The first card of the Major Arcana is the Fool. According to tarot cards, we are all Fools, but that is not necessarily a bad thing (Bunning). The Fool is a card of beginnings associated with innocent faith (Bunning). This is a symbol for humans and the beginning of our journey of life (Bunning). Infants are unaware of the dangers that lie ahead, so we proceed blindly in life (Bunning). The next two cards of the Major Arcana are the Magician and the High Priestess (Bunning). The two cards represent the scheme of light and darkness (Bunning). The Magician is associated with activeness and power which represents conscious awareness (Bunning). The High Priestess is associated with the dark and potential, representing unconscious awareness (Bunning). The following two cards are the Empress and the Emperor which represent parenthood (Bunning). As the Fool grows, he recognizes his mother, a character that is warm, loving, and nurturing (Bunning). Then, the Fool meets a father figure who is authoritative and structural (Bunning). The Emperor teaches the Fool qualities and lessons to control his life (Bunning). The next stage in life is represented by the Hierophant (Bunning). The Fool leaves his home to venture in the world and is exposed to new beliefs, a metaphor for a child becoming educated (Bunning). The next card, the Lover, reflects relationships (Bunning). The Fool is initially self-centered, but he begins to desire a relationship with a life partner (Bunning). Similarly, humans will go so far to forge a strong relationship with a partner, even if it means giving up an original goal in life. Then, the Chariot tarot card and Strength tarot card are next (Bunning). When the Fool reaches adulthood, he has a strong identity of himself and will-power to triumph over his environment (Bunning). He also gains the strength, patience, and tolerance to overcome challenges (Bunning). These two tarot cards reflect the time when teenagers mature into adults and become stronger mentally.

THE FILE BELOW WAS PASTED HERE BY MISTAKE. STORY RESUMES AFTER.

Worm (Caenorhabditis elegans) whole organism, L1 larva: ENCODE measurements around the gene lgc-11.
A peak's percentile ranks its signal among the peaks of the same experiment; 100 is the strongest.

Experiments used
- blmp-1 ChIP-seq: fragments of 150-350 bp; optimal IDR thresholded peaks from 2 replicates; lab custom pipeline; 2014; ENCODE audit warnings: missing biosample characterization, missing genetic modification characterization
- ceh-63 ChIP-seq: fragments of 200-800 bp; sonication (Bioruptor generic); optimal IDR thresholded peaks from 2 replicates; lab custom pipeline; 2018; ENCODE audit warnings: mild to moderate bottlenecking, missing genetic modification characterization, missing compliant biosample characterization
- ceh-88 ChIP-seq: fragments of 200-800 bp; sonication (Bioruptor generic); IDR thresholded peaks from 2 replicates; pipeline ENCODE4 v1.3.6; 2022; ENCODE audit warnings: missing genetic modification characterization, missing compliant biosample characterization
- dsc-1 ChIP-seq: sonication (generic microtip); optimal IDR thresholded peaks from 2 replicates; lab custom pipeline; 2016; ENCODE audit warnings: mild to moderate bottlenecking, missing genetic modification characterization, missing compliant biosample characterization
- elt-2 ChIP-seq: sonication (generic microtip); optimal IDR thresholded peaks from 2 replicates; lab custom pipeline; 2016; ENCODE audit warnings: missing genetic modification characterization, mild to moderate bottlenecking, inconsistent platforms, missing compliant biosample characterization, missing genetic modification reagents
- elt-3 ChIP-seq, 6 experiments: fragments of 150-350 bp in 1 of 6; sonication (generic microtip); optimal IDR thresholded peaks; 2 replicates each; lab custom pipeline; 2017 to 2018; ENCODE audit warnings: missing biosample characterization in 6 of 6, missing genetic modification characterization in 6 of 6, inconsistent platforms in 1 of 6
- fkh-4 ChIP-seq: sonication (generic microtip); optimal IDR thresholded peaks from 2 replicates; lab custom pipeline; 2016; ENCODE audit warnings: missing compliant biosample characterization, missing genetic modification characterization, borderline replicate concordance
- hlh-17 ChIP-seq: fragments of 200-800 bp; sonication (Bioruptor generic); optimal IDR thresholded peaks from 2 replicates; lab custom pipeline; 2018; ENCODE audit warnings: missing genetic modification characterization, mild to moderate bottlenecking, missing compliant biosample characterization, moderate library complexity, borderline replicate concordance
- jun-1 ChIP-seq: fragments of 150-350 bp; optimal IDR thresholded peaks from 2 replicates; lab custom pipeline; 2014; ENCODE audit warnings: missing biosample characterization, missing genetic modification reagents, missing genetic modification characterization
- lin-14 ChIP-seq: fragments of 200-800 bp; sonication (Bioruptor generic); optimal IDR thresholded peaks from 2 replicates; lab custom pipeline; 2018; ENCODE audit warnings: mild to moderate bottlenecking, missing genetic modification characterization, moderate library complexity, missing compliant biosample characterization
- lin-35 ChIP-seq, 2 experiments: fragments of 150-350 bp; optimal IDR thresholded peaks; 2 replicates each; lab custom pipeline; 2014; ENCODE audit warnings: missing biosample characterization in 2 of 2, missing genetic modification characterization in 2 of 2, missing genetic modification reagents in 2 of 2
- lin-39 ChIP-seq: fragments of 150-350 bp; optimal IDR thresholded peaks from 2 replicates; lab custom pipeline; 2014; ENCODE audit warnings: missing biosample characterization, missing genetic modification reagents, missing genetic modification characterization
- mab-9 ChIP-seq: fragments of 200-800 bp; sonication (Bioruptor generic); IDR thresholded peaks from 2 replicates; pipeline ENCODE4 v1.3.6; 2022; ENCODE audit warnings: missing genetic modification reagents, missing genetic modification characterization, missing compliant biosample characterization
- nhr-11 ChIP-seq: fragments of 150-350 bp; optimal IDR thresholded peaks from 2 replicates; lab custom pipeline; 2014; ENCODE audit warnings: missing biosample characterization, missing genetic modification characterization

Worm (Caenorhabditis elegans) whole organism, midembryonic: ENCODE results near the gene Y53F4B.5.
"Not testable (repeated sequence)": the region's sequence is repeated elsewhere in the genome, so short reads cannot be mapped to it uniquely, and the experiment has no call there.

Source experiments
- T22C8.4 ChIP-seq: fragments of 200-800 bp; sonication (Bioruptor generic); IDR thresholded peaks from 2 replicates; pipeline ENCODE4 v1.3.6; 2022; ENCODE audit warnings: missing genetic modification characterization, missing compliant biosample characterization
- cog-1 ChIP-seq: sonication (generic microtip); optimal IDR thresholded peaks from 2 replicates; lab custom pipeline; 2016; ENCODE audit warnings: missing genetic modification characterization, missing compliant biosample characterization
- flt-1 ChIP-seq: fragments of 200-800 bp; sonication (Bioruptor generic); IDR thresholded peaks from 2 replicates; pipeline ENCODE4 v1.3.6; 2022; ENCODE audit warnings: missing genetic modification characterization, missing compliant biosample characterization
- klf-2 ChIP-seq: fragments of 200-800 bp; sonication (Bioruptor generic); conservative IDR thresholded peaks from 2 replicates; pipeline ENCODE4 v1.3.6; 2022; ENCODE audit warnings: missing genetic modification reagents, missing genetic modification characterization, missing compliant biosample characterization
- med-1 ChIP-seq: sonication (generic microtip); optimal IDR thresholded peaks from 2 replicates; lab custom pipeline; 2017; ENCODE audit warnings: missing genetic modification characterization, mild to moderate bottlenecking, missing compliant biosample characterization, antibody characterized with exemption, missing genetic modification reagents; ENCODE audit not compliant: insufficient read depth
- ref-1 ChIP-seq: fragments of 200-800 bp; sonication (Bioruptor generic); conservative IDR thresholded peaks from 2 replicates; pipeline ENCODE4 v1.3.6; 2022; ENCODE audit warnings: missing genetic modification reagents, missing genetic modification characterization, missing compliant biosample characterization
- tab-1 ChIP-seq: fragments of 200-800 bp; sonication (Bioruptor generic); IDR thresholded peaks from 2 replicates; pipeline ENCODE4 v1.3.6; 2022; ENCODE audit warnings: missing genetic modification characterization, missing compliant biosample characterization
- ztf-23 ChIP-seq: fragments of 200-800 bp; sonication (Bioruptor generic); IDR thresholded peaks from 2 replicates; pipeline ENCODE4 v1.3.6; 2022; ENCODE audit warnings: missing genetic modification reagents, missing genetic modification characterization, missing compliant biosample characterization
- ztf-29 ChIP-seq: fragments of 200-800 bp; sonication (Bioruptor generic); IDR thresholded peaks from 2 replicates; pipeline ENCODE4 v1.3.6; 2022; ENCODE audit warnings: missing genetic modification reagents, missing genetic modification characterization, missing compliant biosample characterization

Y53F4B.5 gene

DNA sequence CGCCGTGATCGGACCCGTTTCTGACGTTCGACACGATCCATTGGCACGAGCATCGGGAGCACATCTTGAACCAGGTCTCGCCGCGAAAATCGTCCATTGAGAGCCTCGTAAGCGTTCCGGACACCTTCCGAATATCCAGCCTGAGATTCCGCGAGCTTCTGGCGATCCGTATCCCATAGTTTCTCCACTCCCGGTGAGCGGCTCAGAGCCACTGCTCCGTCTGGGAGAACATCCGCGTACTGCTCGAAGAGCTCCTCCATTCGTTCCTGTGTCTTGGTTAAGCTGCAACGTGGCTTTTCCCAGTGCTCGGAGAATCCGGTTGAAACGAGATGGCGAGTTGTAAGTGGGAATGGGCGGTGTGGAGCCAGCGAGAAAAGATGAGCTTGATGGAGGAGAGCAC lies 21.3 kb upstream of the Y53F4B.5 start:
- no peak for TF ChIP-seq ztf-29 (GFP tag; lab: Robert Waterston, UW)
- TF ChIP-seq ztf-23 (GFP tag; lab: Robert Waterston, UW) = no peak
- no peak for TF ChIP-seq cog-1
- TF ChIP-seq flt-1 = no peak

The ninth tarot card the Hermit, is a turning point in the Fool’s journey (Bunning). The Fool begins to question why he does everything and ventures to seek answers (Bunning). This card is a symbol for a stage when one loses a sense of purpose in life and seeks to find another (Bunning). The next card, the Wheel of Fortune, resolves the issue from the previous card (Bunning). The Fool has a vision of the world’s amazing design and recognizes his destiny (Bunning). The next card, Justice, portrays the time when looks back onto his past and sees causes and effects that lead him to his present situation (Bunning). The Fool takes responsibility for his actions, so he can lead an honest future (Bunning). The following card is the Hanged Man (Bunning). The Fool will eventually face an overwhelming challenge that forces him to forfeit and become vulnerable (Bunning). At first it may appear that all hope is lost, but as the Fool looked into himself, he began to understand mysteries that were once shrouded and gained inner-support (Bunning). The next tarot card, Death, falls in place right after the Hanged Man tarot card (Bunning). The Fool leaves his past behavior behind him and is reborn as a new person (Bunning). In comparison, humans are always changing and develop new personalities. The fourteenth card, Temperance, reflects balance (Bunning). By appreciating and fulfilling balance between opposites, the Fool learns that equilibrium is a strong force (Bunning). This theme promotes the quote, ‘’Two in harmony surpasses one in perfection.’’